Our mothers and fathers taught us everything to know about the outdoors, but somebody had to teach them. When it came to my mother, hunting and fishing weren’t the only things that she had to share–she also knew how to gather, prepare, and save things for a rainy day. And she learned everything she knew from her mom. My maternal grandmother, Alice Joseph, learned some hard lessons raising eight children in the middle of the Nebraska Sandhills. Making sure that there was food to be had during the worst parts of the year was the most important. Finding and gathering wild fruits and vegetables was one thing, but how to make them last without refrigeration was a challenge unique to the era. These days, we have a lot of options for canning and dehydrating gear that would have made grandma’s life a lot easier.
We’ve all experienced a power outage, but not many of us have had to keep our food good for long periods or take the chance at having nothing to eat. You and I have had fridges, freezers, and coolers all our lives, but grandma Alice had mason jars, her wits, and eight kids to feed. Here’s to the modern advancements that help us survive without a supermarket. I just know Grandma Joseph would love these tools at her disposal.
Excalibur 9-Tray Electric Food Dehydrator – Amazon, $369.99
By the 1930s my mother’s family had an electric pump installed to use instead of having to pump the water by hand each day, so an electric dehydrator could have theoretically been possible. But it would have blown their minds, too. An item like this would have saved time and money, and most importantly food. Fruits, veggies, and especially meats would have run through a good dehydrator and I’m willing to bet that they would have had more than one.
Harvest Right Freeze Dryer – Amazon (check price here)
Freeze-dried foods generally offer a longer shelf life, lower moisture content, and usually taste better than dehydrated foods, but it’s a subjective thing. Virtually any freeze drying machine is going to be expensive which is probably why so many choose dehydration over this technique. Typically, it takes about 20 to 40 hours to freeze-dry one batch of food. My grandmother’s life was based around food and food preparation, so time would not have been an object.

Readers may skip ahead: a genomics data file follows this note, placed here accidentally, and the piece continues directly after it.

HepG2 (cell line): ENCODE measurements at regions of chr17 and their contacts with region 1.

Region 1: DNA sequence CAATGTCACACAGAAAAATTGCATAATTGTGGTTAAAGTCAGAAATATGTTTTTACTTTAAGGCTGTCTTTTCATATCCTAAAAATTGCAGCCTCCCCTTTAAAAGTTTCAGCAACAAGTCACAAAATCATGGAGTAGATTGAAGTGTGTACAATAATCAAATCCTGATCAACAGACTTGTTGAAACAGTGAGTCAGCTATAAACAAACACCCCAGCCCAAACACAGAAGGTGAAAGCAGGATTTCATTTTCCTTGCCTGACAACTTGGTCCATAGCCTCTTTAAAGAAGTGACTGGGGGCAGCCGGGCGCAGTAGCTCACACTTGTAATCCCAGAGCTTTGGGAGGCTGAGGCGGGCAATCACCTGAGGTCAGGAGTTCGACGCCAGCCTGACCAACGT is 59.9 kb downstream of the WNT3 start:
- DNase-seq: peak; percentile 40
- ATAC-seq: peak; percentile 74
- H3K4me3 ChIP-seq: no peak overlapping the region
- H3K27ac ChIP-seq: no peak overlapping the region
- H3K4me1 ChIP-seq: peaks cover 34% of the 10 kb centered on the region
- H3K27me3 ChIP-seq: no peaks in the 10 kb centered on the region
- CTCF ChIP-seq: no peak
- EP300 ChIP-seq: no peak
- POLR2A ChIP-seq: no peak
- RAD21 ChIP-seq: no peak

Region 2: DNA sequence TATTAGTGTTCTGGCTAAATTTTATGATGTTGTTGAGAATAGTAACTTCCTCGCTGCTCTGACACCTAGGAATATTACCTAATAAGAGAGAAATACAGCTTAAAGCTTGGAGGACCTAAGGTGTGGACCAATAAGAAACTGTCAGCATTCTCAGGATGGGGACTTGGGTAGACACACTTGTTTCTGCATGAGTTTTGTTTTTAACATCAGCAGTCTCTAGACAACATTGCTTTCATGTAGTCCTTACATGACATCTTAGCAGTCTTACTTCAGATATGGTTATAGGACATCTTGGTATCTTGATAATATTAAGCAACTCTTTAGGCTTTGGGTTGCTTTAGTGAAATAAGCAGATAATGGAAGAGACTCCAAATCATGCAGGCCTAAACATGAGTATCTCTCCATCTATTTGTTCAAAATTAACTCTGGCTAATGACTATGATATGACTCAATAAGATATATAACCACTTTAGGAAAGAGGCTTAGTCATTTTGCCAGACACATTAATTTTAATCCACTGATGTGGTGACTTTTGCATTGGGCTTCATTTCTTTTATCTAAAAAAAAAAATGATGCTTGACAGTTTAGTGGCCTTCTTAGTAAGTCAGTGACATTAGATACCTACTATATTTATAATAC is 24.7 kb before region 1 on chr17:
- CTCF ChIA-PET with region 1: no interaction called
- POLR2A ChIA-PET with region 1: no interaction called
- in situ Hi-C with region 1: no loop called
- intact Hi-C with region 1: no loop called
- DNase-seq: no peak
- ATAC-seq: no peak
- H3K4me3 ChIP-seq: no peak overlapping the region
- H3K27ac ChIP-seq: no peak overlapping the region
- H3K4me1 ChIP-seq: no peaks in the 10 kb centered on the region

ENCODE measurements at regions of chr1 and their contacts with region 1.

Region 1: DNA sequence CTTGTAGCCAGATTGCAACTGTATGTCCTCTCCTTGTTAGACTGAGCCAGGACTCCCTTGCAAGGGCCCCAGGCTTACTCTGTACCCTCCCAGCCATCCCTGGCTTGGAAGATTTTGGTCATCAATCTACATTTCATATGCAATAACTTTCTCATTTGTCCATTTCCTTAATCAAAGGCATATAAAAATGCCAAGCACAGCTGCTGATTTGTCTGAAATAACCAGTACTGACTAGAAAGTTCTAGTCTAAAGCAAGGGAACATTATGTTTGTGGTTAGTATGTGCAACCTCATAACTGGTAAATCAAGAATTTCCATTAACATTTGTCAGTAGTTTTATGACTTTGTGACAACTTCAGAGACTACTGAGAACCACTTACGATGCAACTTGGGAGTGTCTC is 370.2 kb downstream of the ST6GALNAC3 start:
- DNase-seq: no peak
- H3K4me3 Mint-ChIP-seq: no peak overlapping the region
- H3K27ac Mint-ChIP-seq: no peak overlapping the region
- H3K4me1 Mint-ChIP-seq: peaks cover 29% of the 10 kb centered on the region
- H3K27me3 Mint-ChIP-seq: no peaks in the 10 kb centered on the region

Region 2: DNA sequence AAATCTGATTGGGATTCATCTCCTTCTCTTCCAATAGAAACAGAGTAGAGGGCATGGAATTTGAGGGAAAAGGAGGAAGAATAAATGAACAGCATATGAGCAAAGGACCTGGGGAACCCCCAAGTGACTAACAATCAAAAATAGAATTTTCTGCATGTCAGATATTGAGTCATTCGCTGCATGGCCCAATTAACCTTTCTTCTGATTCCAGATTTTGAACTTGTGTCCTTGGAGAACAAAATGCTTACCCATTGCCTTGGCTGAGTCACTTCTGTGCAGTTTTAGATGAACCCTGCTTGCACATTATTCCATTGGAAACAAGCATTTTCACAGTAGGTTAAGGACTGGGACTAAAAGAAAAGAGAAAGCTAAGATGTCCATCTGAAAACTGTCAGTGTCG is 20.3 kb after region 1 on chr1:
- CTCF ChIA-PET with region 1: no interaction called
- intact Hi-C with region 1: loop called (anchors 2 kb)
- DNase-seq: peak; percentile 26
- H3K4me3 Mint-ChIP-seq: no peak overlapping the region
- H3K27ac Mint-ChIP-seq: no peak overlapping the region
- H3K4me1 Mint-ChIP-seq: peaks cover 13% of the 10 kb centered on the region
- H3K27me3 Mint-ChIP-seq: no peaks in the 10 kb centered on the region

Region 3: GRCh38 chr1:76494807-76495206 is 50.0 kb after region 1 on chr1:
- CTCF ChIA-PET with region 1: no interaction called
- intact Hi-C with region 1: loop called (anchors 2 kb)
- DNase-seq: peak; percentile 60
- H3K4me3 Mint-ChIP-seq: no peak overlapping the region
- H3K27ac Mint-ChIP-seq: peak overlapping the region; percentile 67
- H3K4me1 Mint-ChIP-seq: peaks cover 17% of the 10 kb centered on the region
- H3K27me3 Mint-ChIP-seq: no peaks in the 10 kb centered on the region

VSDK Vacuum Sealer – Amazon, $99.99
There are any number of good quality vacuum sealers out there, and most enjoy a good reputation. Since she certainly had a freezer that was already chock full of items, grandma would have loved another option for preserving foods for the short run. In other words, meats would last much, much longer in the freezer, but dried peas, beans, and the like could be sealed then left right on the shelf for use at any time. Fresh fruits and vegetables would go from four to seven days of conventional storage to 30 to 50 days with vacuum sealing and freezing. This is the kind of information that she wouldn’t ignore when it came to handling her hard-earned food supply.
Instant Pot Duo 9-in-1 – Amazon, $129.99
My Grandma Joseph didn’t need much in the way of canning supplies, but some of today’s items can do so much more than cook. This model not only slow cooks and pressure cooks food, but includes the ability to warm foods, and most importantly can be used to sterilize. As a lifetime canner, Grandma knew how important it was to have her jars in a perfectly sterilized condition before placing the food in them. With the sterilize function she could clean jars and utensils and take care of her canning much more conveniently than ever before.
Preserving Everything – Amazon Kindle, $9.99
Grandma wasn’t a woman who thought that her knowledge of food preservation was the beginning and end of it. She understood full well how to take advice and constructive criticism on any subject, including food keeping. She loved to read and would have enjoyed some good reading material on hand during the offseason.
With many of these items and more, plus the information that we now have regarding the safekeeping of food, she would have gobbled it all up like a whitetail deer over newly dropped acorns. My grandparents also had a lifetime of raising livestock, which would mean that the technology we have now to preserve meats wouldn’t be wasted on them. Sure, folks have been making jerky in the oven for many years, and humans have long since learned to smoke their meat in order to save it for a rainy day, but who among us wouldn’t want to know that it was not only well preserved, but completely safe to eat far into the future? We can cook it, dehydrate it, smoke it, can it, or freeze dry it now, but it was our ancestors who led the way.
Please check out my book “The Hunter’s Way” from HarperCollins. Be sure to follow my webpage, or on Facebook and YouTube.
READ MORE: 5 Crops to Start Growing on Your Homestead
The post 5 of Today’s Canning and Dehydrating Items That Grandma Would Kill For appeared first on Wide Open Spaces.